‘Mōhiti E’: Empowering (Trans) Indigenous Performance

  • Valance Smith


How might a collaborative performance staged across indigenous cultures – in this case Māori and Native American – be seen to create a shared wairua that leads to mārama? For this Symposium, Valance Smith (Ngāpuhi/Waikato) will compose a waiata as the starting point for a hoop dance choreographed and performed by Eddie Madril (Pascua Yaqui) from the Sewan American Indian Dance company. Waiata is, at its simplest, song. It is a vessel for a kaupapa, in the lyrics and also in its music, an embodiment of the singer’s mauri that, in the ideal, resonates in the listener. Hoop dancing has many purposes. It describes the complexities of life, expresses many aspects of the scientific nature of the world through the art form, and invokes the meaning behind the cycle of all living things. In bringing together two distinctive performance languages and cultures, we will be looking for common ground, exploring possible synergies and seeking an experience of the metaphysical in the physicality of our song and dance that can be translated back into a deeper understanding of the potential power of (trans) indigenous performance. How might such a shared, cross-cultural performance not only inform the way we think about the particular practices involved, but also challenge our assumptions about what it means, both in theory and in practice, to perform as Māori and as Native American?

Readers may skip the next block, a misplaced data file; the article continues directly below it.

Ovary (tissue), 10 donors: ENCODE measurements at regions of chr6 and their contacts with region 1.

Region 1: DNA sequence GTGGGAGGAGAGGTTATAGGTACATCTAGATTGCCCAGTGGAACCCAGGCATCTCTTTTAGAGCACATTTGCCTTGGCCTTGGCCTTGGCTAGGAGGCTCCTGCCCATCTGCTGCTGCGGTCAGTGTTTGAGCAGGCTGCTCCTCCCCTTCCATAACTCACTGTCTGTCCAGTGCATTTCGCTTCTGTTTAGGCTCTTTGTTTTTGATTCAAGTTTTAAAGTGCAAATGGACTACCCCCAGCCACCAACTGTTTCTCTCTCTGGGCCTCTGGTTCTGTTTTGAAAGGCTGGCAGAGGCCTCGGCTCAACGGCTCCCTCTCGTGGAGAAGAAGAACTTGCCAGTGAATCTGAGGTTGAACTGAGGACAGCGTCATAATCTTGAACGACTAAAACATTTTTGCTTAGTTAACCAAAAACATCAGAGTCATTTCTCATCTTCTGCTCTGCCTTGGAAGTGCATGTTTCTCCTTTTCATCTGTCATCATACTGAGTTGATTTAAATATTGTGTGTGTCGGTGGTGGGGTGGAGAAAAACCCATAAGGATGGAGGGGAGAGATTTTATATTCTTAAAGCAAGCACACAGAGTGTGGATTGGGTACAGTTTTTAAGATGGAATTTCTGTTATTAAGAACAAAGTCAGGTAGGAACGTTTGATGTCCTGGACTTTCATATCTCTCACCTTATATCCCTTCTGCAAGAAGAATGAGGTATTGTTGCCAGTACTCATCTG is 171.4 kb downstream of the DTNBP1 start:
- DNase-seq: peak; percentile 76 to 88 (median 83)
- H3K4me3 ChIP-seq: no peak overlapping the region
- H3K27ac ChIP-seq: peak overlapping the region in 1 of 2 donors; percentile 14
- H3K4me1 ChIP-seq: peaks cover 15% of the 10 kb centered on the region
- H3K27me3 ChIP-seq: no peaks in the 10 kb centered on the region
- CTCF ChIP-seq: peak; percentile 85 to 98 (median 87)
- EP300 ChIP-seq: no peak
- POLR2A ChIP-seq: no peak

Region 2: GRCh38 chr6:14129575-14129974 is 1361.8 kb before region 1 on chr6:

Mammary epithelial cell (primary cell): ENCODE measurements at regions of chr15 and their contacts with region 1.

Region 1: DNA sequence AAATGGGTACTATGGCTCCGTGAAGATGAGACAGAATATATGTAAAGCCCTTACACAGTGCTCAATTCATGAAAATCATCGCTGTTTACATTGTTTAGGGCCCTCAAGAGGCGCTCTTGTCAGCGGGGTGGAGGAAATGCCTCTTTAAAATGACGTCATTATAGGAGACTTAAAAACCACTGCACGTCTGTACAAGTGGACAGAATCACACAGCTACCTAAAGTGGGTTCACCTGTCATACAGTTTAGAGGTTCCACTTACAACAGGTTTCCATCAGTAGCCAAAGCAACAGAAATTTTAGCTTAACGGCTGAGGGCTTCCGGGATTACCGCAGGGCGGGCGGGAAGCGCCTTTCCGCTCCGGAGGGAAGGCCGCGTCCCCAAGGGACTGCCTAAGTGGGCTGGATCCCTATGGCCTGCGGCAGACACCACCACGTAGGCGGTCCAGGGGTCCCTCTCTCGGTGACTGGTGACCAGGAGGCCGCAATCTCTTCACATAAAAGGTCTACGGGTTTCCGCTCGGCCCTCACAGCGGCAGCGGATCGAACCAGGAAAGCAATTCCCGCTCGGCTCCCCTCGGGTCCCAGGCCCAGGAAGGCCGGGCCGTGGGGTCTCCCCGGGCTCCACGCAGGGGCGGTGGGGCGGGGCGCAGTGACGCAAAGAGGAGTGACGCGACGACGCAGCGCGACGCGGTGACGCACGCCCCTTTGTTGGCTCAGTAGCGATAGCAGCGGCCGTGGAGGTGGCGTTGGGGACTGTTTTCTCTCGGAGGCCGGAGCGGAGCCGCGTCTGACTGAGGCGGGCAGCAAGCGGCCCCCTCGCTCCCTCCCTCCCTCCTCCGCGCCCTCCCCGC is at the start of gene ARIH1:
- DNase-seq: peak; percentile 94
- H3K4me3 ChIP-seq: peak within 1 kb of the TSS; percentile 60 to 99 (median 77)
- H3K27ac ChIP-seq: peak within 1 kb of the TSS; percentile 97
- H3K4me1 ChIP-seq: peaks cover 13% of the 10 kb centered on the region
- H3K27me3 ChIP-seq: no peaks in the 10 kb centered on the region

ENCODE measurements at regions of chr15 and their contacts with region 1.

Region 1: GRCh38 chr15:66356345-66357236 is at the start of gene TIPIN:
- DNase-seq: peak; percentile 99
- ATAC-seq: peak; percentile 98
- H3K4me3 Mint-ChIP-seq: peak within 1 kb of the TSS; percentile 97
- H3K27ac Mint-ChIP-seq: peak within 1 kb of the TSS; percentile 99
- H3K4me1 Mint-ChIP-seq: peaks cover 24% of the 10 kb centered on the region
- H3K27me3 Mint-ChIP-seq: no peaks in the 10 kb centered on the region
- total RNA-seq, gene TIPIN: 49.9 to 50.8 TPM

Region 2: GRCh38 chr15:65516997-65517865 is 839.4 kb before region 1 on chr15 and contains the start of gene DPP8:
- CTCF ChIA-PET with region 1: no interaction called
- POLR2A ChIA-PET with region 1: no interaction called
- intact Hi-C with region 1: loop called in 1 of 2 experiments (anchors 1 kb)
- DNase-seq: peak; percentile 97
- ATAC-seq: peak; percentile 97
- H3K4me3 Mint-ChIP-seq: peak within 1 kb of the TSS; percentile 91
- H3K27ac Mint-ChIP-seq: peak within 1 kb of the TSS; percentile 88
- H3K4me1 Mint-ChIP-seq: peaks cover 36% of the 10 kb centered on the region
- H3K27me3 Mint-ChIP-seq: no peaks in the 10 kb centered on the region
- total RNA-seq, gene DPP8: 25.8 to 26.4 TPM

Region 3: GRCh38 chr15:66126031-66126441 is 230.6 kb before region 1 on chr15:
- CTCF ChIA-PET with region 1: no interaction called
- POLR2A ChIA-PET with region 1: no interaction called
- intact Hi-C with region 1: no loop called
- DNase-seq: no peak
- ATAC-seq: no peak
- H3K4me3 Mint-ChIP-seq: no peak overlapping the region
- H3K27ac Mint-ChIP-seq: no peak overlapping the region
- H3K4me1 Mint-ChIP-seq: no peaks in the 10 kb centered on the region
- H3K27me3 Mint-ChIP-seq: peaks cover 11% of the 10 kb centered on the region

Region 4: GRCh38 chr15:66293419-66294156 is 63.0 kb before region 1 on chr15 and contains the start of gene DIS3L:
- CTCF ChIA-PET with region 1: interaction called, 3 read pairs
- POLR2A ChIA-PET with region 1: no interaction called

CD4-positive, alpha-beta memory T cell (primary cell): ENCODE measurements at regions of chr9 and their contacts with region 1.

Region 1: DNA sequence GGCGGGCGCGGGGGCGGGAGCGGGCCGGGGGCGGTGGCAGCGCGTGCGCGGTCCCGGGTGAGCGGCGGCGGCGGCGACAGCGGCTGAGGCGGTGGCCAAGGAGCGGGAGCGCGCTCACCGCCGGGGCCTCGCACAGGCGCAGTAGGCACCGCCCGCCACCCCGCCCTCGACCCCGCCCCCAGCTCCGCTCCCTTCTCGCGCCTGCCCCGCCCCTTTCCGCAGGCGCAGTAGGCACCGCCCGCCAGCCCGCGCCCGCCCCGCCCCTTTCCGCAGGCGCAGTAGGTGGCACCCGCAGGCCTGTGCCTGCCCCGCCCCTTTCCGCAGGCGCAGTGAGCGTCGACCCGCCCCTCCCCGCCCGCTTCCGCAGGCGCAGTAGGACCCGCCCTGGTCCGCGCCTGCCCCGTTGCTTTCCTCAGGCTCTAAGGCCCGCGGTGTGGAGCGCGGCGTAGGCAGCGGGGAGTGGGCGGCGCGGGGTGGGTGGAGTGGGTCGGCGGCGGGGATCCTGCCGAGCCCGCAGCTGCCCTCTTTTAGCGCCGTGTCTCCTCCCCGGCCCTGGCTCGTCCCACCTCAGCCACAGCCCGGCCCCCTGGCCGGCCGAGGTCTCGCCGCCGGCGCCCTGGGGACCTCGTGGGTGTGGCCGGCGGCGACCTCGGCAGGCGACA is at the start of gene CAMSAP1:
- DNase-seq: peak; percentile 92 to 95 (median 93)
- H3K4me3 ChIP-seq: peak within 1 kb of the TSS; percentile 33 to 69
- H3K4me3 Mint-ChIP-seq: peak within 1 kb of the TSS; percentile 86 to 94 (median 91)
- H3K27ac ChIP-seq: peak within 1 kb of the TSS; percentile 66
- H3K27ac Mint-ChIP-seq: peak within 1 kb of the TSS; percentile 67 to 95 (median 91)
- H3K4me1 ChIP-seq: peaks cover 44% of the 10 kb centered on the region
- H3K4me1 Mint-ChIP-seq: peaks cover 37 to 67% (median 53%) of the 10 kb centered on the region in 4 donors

How to Cite
Smith, V. (2016). ‘Mōhiti E’: Empowering (Trans) Indigenous Performance. Te Kaharoa, 9(1). https://doi.org/10.24135/tekaharoa.v9i1.17
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